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Buddhist Study

Summon the Invincible Spirit of the Lion King


In SGI President Ikeda’s message to the Nov. 16, 2018, ceremony commemorating the 88th anniversary of the Soka Gakkai’s founding on Nov. 18, he cited three passages from Nichiren Daishonin’s writings (see Dec. 14, 2018, World Tribune, pp. 2–3).

Last month, we studied the first passage from “The Dragon Gate,” which was written during the Atsuhara Persecution (see Dec. 14, 2018, World Tribune, p. 10). This month, we will study the second passage from “On Persecutions Befalling the Sage,” which was also written during the same persecution—a time when Nichiren’s disciples demonstrated unwavering faith amid harsh and unjust threats to discard their beliefs.

“Each of you should summon up the courage of a lion king and never succumb to threats from anyone. The lion king fears no other beast, nor do its cubs. Slanderers are like barking foxes, but Nichiren’s followers are like roaring lions.” (“On Persecutions Befalling the Sage,” The Writings of Nichiren Daishonin, vol. 1, p. 997)

Nichiren Buddhism teaches us how to boldly take on the most intense circumstances with hope, insight, conviction and grit. Through our Buddhist practice, we can uncover the greatest power within our own lives to triumph over any and all obstacles by awakening to the noble mission of the Buddha to lead everyone, without exception, to enlightenment and absolute happiness.

In the passage above from Nichiren Daishonin’s letter “On Persecutions Befalling the Sage,” he urges his disciples facing life-threatening persecution to “summon up the courage of a lion king and never succumb to threats from anyone.”

In studying this letter that teaches the importance of the mentor-disciple relationship in winning over immense obstacles, we can learn how to engage in our Buddhist practice to not only bring forth our courageous fighting spirit, but to also use our hardships and obstacles as the catalyst for developing our lives and fulfilling our mission to spread Nichiren Buddhism.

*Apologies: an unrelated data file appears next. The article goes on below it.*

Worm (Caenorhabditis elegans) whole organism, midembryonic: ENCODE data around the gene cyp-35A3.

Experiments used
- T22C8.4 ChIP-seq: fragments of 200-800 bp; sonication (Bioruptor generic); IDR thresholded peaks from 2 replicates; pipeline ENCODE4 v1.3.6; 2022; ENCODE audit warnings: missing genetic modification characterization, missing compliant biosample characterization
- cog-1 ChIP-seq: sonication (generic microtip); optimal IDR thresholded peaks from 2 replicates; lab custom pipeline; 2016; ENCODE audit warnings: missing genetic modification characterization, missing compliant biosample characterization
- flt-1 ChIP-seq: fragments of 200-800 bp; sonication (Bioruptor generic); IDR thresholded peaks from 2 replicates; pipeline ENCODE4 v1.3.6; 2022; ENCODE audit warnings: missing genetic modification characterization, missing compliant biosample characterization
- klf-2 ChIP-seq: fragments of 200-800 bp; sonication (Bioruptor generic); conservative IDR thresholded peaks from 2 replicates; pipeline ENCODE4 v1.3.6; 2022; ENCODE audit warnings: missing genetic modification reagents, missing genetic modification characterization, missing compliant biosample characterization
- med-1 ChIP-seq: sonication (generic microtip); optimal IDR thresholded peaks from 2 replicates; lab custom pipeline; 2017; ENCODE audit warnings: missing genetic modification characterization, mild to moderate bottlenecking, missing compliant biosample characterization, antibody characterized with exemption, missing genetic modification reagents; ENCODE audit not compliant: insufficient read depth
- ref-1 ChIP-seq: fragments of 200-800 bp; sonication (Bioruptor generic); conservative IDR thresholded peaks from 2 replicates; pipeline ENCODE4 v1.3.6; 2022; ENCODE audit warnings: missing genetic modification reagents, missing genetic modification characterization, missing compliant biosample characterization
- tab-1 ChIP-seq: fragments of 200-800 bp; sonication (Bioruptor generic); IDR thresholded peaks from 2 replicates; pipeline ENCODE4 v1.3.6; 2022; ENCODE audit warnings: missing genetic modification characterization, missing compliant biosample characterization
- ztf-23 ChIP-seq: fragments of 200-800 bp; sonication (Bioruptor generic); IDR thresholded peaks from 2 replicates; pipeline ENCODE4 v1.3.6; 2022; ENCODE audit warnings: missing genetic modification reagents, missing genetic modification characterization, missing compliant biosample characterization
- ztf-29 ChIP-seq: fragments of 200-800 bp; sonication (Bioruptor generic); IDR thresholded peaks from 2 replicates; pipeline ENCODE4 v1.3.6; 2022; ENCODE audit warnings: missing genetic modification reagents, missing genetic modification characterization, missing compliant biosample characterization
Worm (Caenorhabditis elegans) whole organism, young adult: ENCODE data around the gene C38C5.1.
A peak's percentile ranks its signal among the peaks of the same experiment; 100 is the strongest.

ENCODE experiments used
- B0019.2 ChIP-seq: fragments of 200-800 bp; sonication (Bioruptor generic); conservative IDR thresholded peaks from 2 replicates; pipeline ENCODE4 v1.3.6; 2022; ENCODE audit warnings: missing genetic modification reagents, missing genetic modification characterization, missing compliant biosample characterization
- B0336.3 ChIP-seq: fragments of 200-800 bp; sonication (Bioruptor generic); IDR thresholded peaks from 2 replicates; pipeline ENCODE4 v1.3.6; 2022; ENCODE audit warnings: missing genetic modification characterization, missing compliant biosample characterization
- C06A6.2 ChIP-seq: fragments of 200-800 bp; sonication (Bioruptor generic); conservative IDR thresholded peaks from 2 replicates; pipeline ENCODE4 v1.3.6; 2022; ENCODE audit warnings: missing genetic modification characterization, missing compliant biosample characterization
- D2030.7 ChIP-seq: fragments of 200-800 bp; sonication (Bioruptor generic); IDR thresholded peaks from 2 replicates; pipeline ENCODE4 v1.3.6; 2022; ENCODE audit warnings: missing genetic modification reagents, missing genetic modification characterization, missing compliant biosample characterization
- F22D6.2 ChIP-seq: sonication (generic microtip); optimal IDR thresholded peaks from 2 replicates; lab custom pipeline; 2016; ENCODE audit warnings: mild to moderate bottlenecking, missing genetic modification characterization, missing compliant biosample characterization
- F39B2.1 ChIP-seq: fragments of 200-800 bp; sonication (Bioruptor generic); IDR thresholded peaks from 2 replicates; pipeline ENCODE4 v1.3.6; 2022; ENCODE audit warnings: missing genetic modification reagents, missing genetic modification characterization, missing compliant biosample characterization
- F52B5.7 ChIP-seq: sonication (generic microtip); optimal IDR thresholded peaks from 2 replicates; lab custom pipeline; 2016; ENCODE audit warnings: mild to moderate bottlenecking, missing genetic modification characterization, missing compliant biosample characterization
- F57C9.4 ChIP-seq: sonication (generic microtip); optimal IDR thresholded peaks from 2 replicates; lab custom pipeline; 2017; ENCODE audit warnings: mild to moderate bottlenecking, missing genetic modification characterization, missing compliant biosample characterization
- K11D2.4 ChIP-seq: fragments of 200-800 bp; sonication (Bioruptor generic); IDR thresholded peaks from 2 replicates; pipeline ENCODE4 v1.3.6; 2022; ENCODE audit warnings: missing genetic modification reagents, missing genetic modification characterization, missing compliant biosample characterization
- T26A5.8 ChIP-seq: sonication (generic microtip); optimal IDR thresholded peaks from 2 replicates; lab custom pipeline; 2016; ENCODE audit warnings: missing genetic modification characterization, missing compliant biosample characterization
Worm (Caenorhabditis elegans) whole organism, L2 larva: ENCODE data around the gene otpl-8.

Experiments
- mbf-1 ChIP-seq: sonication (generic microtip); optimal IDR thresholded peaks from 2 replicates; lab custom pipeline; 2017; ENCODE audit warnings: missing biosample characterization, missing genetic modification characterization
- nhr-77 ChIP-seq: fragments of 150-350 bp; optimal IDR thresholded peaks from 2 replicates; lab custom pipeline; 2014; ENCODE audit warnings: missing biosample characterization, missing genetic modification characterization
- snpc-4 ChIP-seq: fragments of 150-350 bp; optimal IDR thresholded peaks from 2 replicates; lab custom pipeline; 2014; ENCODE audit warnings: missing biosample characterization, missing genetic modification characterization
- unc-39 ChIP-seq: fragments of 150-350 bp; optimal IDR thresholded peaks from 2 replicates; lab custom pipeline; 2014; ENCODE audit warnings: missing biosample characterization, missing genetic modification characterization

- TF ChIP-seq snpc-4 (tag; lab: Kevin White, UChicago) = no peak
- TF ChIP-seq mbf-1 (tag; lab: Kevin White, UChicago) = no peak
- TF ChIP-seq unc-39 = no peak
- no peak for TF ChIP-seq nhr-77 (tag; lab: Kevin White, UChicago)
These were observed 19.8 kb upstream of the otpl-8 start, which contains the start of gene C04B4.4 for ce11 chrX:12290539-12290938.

This letter was written on Oct. 1, 1279, at the height of the Atsuhara Persecution. Just 10 days prior to this on Sept. 21, 1279, 20 farmers who upheld belief in Nichiren’s teachings were arrested on false charges. They endured cruel torture and interrogations aimed at having them recant their religious beliefs. However, none of them gave in to this persecution. These farmers were recent converts to Nichiren’s teachings and had never met the Daishonin. However, they endured this intense persecution while earnestly seeking their mentor’s guidance and strove until the end to fulfill their shared mission to spread his teaching.

Nichiren teaches in this letter that those who persecute practitioners upholding the Lotus Sutra cannot escape the exacting law of cause and effect. And because the consequences of one’s actions are clearly illuminated in the light of the Mystic Law, there is no need for us to fear persecution.

At the same time, he also points out that in the 27 years since establishing his teaching and enduring a succession of threats and persecutions as he strove to propagate it, many of his disciples gave up their faith.